Iran’s Supreme Leader is the leader of the Axis of Resistance, which is a network of Tehran’s terror proxy and partner militias material supported by the Islamic Revolutionary Guard Corps that targets the United States as well as its allies and partners.


Sense of Congress

It is the sense of Congress that—


the United States shall stand with and support the people of Iran in their demand for fundamental human rights; and


the United States shall continue to hold the Islamic Republic of Iran, particularly the Supreme Leader and President, accountable for abuses of human rights, corruption, and export of terrorism.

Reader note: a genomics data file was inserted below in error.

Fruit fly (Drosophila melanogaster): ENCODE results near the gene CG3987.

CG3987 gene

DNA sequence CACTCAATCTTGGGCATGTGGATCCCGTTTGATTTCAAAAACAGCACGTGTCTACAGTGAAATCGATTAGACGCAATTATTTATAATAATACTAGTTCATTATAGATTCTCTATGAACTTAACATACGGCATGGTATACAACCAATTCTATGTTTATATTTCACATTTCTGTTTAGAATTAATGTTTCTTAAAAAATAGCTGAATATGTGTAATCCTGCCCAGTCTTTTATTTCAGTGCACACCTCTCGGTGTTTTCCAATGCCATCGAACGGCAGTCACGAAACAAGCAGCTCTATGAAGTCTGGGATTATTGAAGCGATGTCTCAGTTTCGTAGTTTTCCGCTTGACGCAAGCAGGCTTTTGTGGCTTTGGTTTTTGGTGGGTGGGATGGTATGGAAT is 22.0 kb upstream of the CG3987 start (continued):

In general


Determination required

Not later than 90 days after the date of the enactment of this Act, and annually thereafter, the President shall determine whether the sanctions listed in paragraph (2) apply with respect to each person and entity described in subsection (d), and impose all applicable such sanctions with respect to each such person and entity.


Sanctions listed

The sanctions listed in this paragraph are the following:


Sanctions described in section 105(c) of the Comprehensive Iran Sanctions, Accountability, and Divestment Act of 2010 (22 U.S.C. 8514(c)).


Sanctions applicable with respect to a person pursuant to Executive Order 13553 (50 U.S.C. 1701 note; relating to blocking property of certain persons with respect to serious human rights abuses by the Government of Iran).